In a victory for two state public employee unions, the New Mexico Supreme Court yesterday ruled that the State Personnel Office violated a 2007 collective bargaining agreement involving thousands of state employees.
The court's order of affirmance, which stems from a lawsuit dating back four years, means the state could be on the hook to pay as much as $20 million to the approximately 20,000 state employees involved in the collective bargaining agreements.
It also remands the case back down to district court to settle the details of the back pay, reads that SPO in 2008 "breached the State's contractual obligations, and acted contrary to the legislative appropriation and to the [Collective Bargaining] Act."
The lawsuit, filed on behalf of the American Federal, State, County and Municipal Employees and Communications Workers of America, argues that the state violated the pay increases that were bargained and agreed upon in their respective contracts.
In the original bargained contracts, the state and the unions agreed to sliding-scale pay increases over the next few years. But in the midst of a pay freeze ordered by former Gov. Bill Richardson while the state faced large budget deficits, SPO changed the pay increases to a flat 2.9 percent. In return, they provided the lowered pay increases to 10,000 extra nonunion state employees. In the past, SPO Director Gene Moser called the decision a "question of equity."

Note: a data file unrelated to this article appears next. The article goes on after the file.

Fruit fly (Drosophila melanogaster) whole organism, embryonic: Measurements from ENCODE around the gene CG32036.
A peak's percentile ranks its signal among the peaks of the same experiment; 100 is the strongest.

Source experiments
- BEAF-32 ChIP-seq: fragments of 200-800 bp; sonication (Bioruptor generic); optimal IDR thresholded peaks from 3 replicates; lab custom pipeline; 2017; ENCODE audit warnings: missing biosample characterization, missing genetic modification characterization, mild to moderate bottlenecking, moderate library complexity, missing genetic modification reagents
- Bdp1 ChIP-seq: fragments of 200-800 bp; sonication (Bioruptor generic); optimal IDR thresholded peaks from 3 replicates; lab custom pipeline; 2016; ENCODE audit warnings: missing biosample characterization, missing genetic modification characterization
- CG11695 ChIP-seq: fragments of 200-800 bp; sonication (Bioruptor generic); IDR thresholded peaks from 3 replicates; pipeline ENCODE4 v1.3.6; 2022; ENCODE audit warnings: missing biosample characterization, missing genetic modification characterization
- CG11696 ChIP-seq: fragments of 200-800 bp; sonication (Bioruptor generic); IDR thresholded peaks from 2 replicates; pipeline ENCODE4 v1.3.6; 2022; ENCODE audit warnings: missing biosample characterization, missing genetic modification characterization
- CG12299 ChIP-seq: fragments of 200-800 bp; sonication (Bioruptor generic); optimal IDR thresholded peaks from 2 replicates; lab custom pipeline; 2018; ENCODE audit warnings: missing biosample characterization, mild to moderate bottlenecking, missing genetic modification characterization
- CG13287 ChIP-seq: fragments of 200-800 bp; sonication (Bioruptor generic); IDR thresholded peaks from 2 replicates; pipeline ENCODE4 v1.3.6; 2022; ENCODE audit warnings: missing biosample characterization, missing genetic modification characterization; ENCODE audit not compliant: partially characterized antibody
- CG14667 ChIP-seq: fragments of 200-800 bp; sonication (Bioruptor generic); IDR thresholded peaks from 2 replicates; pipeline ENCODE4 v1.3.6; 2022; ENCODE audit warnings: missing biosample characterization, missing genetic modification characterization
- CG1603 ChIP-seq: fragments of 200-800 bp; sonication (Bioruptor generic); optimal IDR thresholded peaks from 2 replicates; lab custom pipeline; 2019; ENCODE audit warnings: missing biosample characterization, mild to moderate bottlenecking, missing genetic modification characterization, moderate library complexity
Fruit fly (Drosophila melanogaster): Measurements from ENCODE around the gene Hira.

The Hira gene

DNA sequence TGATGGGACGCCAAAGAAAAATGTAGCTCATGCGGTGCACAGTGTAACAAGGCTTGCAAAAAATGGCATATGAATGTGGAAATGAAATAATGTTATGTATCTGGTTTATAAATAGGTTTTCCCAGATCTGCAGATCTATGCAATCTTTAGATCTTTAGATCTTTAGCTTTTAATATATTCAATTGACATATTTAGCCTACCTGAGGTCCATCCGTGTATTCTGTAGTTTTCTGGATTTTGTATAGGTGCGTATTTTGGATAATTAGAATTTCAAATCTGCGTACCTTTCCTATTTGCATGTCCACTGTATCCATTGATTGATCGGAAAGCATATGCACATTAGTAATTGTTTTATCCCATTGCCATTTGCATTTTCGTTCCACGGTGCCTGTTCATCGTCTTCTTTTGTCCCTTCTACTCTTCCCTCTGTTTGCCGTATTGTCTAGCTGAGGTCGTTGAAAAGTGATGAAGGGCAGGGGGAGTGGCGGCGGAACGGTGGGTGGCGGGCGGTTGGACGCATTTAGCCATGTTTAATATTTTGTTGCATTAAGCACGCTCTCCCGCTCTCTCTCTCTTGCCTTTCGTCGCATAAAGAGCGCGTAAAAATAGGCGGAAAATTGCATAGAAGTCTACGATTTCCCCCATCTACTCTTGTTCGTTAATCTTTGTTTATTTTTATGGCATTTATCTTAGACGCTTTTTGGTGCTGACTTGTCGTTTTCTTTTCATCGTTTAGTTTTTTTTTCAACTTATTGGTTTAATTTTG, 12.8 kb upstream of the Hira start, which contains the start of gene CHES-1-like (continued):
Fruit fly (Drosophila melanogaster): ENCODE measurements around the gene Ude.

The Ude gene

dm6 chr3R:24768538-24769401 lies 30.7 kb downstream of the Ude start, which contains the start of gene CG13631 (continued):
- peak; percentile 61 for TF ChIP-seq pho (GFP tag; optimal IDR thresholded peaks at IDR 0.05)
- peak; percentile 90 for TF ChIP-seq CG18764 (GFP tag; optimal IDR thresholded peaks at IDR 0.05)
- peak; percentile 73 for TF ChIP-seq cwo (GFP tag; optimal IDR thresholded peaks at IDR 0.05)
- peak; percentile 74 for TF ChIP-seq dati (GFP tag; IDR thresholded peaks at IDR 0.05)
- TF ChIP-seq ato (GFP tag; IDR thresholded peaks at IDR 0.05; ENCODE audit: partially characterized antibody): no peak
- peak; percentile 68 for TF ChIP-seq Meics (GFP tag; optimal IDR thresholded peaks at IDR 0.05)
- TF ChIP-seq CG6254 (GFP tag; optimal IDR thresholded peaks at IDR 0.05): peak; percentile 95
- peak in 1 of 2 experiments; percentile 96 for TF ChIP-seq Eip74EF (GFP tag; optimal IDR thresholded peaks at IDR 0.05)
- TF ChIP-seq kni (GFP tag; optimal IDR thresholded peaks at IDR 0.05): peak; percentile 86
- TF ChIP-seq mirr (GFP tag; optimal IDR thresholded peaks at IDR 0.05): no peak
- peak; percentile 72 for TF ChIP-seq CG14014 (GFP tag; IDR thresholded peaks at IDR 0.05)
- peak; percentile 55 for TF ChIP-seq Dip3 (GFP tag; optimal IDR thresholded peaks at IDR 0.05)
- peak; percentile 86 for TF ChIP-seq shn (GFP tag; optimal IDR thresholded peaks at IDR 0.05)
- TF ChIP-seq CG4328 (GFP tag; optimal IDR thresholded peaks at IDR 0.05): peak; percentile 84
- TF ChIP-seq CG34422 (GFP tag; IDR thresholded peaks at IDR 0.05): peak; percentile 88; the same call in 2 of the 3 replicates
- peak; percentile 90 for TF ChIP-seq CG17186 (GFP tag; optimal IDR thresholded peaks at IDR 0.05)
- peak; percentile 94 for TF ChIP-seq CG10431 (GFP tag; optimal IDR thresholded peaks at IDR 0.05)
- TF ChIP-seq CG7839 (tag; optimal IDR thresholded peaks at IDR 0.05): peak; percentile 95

But the unions argued that SPO's decision violated the pay increases both parties agreed on earlier. The high court agrees.
"The State chose to provide increased wages to those employees not covered by contract who had no contractual rights at the expense of those state employees who had enforceable contractual rights," the order reads.
“The State Personnel Board took actions to allocate a portion of those appropriated funds to purposes other than fulfillment of the State’s contractual obligations. The effect of this action was to deprive those state employees covered by contract of sufficient funds to honor those contracts. Instead, the State chose to provide increased wages to those employees not covered by contract who had no contractual rights at the expense of those state employees who had enforceable contractual rights."
Read SFR's previous coverage here and the court's order and AFSCME's statement below: